Return to Heidegger’s Hut


Pre-Dawn at my Favorite Hideaway

At most a city-dweller gets “stimulated” by a so-called “stay in the country.” But my whole work is sustained and guided by the world of these mountains and their people. Lately from time to time my work up there is interrupted by long stretches at conferences, lecture trips, committee meetings and my teaching work down here in Freiburg. But as soon as I go back up there . . . I am simply transported into the work’s own rhythm, and in a fundamental sense I am not in control of its hidden law. People in the city often wonder whether one gets lonely up in the mountains among the peasants for such long and monotonous periods of time. But it isn’t loneliness, it is solitude. . . . Solitude has the peculiar and original power of not isolating us but projecting our whole existence out into the vast nearness of the presence of all things.

Martin Heidegger, “Why Do I Stay in the Provinces?”

I don’t recall how long it has been since I have stayed in this old country store that my dear friends have made available for my visits. My art and public speaking endeavors have managed to pack my calendar, even in retirement, to the point that I seem to spend most of my time in the city and sleeping in the suburbs. But I arrived well after dark last night, driving nearly three hours from the city, and stood outside, looking at the surrounding pastureland illuminated by the snow moon that lighted my way down the dirt road on my final stretch.

I set my alarm for 6:00 this morning, so I could rise while still dark and enjoy the sun rising over the deep forest that borders the east of this property. The lowing of the Angus herd to the south of the store was a soothing sound to me as I looked out the door of this bedroom and saw the herd moving to the barn in anticipation of feeding time.


Making Their Way to the Barn

I read this morning that philosopher Martin Heidegger often chose to walk the eleven miles from Freiburg to Todtnauberg in the Black Forest where he built his cabin for the purpose of getting away from city and university life. In the quote above, he favored the preposition unten (below) to describe city life, and oben (above) depicting life at the cabin. So much he loved the cabin life that he turned down the chair of philosophy at University of Berlin in 1934. All his best writing was done in the seclusion of this cabin.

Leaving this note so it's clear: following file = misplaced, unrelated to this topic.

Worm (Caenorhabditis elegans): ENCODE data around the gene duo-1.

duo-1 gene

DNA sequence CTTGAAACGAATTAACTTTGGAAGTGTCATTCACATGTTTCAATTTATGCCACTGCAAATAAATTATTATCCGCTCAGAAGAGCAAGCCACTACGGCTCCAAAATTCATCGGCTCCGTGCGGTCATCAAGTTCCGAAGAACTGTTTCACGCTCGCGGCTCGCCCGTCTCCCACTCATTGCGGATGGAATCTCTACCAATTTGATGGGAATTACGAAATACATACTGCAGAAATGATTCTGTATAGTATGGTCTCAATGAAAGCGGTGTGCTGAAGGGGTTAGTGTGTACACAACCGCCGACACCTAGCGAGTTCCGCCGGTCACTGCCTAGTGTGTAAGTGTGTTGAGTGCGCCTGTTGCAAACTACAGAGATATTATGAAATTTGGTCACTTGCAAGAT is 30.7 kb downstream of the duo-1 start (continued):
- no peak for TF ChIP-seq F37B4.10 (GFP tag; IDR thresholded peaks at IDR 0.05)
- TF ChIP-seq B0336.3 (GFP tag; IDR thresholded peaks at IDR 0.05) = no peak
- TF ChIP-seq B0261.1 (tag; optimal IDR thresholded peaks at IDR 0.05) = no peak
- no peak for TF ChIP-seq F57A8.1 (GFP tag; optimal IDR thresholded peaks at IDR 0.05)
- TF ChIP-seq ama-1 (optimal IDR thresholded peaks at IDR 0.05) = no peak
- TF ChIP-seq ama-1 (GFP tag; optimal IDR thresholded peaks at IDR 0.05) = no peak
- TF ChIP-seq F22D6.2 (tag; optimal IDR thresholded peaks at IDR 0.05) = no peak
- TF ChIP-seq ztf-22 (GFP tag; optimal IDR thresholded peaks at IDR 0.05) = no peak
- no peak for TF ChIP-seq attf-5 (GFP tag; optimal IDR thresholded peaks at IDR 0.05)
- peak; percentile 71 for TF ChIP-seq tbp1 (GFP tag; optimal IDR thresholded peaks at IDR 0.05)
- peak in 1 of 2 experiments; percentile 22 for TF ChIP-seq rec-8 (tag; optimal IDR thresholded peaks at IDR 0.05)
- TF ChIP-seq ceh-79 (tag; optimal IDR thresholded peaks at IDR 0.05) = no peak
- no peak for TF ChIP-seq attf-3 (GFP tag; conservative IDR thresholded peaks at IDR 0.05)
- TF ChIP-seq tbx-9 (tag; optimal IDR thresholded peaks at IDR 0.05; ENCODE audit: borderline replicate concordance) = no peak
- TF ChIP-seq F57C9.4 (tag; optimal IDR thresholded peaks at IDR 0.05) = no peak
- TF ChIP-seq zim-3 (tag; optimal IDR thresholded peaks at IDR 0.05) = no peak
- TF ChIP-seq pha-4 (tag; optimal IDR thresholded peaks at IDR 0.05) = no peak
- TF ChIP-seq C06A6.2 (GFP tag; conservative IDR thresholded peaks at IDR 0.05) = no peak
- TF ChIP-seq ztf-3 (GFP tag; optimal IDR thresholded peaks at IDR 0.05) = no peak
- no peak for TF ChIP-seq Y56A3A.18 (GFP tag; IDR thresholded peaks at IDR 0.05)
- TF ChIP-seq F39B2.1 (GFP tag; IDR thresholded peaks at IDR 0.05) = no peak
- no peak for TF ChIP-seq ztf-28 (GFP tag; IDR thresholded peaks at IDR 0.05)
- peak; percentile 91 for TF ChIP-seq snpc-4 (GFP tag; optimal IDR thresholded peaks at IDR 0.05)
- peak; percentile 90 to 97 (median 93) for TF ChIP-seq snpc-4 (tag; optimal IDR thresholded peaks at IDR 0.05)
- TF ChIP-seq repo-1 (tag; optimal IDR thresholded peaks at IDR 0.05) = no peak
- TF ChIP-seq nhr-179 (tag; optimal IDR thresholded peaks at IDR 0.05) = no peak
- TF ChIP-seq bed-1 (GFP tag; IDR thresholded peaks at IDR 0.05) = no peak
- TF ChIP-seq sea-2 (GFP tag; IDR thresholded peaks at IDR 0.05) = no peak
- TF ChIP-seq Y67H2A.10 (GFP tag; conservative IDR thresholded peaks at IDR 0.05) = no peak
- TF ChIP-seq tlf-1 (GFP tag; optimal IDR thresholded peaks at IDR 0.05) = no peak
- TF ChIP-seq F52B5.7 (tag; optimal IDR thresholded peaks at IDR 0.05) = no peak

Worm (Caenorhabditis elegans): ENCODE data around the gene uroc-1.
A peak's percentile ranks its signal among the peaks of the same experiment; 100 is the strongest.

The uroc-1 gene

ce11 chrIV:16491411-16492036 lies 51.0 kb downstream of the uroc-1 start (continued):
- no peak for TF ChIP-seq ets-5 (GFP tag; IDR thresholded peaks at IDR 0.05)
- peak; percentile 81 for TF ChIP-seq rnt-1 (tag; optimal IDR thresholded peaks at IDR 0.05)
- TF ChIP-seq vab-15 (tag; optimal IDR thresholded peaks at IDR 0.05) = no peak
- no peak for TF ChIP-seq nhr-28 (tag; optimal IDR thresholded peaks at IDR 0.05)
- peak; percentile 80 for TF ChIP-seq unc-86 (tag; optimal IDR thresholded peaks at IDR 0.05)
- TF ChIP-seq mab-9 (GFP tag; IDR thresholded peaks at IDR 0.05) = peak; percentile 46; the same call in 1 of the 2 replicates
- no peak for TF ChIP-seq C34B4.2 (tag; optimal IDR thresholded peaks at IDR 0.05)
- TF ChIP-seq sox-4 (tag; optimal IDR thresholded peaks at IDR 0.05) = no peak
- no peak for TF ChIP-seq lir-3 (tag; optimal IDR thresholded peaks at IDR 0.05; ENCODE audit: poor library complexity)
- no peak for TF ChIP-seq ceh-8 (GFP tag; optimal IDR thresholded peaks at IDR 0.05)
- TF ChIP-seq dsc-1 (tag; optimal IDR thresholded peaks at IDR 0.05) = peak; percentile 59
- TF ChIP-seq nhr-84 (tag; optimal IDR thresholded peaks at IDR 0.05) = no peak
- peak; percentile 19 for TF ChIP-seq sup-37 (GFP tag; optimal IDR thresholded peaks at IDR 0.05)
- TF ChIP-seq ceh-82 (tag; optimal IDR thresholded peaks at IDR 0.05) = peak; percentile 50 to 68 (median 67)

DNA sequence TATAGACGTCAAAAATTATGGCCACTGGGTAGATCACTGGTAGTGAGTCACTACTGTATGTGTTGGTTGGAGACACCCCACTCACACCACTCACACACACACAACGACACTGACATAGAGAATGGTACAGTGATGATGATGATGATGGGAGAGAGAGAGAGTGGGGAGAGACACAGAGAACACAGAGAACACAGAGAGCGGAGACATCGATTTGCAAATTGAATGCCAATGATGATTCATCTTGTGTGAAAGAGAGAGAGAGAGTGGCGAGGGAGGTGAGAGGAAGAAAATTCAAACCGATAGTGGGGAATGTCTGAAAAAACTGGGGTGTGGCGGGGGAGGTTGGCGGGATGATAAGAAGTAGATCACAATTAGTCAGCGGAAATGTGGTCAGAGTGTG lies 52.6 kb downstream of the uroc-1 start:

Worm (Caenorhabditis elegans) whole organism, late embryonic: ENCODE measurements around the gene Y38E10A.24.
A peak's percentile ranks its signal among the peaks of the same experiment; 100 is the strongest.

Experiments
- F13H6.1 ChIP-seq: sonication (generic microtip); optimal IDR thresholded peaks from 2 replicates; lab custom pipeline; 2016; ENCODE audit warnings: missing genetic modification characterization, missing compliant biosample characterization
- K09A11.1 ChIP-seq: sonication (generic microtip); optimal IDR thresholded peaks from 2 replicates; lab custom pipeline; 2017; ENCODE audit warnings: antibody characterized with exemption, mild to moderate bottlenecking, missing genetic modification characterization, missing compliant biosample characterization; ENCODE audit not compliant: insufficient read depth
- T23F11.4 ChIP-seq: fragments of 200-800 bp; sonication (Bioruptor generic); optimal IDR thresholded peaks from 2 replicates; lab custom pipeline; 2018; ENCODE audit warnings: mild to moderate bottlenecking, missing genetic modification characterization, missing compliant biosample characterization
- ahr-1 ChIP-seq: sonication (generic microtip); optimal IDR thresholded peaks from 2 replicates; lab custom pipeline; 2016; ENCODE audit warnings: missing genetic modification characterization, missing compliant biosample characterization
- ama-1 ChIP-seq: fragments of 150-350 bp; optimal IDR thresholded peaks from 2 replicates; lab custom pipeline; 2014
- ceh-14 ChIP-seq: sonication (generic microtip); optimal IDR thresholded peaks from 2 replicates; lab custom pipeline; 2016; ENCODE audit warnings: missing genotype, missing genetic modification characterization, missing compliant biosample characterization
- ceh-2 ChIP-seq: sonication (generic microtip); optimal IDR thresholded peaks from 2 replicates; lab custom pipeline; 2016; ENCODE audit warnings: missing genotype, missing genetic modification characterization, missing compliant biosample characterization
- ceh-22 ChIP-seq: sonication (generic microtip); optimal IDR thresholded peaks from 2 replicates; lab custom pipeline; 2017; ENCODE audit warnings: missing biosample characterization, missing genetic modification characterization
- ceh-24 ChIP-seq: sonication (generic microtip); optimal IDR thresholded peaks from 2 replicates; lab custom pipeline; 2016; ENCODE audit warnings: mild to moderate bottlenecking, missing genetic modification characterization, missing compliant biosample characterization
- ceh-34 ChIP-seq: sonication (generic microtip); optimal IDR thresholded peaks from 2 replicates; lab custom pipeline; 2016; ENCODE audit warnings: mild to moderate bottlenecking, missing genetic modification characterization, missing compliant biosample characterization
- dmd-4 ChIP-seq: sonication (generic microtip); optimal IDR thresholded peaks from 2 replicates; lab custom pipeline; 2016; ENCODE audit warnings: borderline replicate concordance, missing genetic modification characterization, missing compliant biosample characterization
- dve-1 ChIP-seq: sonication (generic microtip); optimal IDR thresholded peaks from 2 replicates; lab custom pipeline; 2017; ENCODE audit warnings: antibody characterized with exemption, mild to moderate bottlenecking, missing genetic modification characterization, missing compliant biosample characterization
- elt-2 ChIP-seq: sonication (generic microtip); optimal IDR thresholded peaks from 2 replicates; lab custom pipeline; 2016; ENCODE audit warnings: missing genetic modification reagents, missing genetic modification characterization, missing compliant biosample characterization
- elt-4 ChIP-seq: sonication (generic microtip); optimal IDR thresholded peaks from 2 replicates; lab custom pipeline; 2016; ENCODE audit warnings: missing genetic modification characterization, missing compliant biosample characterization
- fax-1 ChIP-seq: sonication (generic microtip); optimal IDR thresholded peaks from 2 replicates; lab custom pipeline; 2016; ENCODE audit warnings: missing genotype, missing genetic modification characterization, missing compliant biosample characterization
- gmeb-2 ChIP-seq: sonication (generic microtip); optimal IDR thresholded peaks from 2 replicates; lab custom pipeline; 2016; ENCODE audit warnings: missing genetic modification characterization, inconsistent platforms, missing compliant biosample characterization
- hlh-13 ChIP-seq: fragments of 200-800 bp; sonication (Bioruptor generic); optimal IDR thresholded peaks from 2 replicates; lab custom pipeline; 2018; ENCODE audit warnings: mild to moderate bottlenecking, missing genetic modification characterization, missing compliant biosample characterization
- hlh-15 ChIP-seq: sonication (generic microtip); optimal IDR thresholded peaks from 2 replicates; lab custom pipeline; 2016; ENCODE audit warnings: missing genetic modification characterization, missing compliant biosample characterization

I feel that much of my best work, in writing and especially in painting, was done in this remote store where I just don’t seem to find enough time to dwell. In this morning’s pre-dawn, I spent sacred time poring over the Greek text of Homer’s Odyssey and felt the rush of excitement I knew long ago in seminary days when I translated from the Greek New Testament, uncovering layers of meaning as I lingered over those words inscribed in the ancient past.

Having excavated these words from over 2700 years ago, I am now choosing to translate the opening line of the Odyssey as follows:

Describe to me, Muse, this multi-layered man who experienced a great many directional changes in his wanderings.

What a penetrating statement that all of us can relate to our own experiences. Our lives are a journey, an odyssey, filled with twists and turns. These experiences shape every one of us, chiseling us with so many facets that make us unique. Every one of us is a work of art (Greek poiēma from which we get “poem”), fashioned by our own unique experiences.

Temperatures are expected to rise to 72 where I am today. If that is the case, then I’ll be able to take my art outdoors and enjoy painting under natural light. Meanwhile, I wish to post the paintings made in this store in years past that I still count among my favorites. All of them are featured in my one-man-show now open at C C Young Senior Living in Dallas. Next Thursday, I will give an oral presentation during the Meet the Artist event there at 3:30. I hope any of you within the area will be able to attend. I would love to spend time with you.

Heideggers Hut darkened and muted

Heidegger’s Hut


Beyond the Door

Memories from a Country Store

Memories from a Country Store

Thanks for reading, and please check out my website

Shultz reduced

I make art in order to discover.

I journal when I feel alone.

I blog to remind myself I am not alone.

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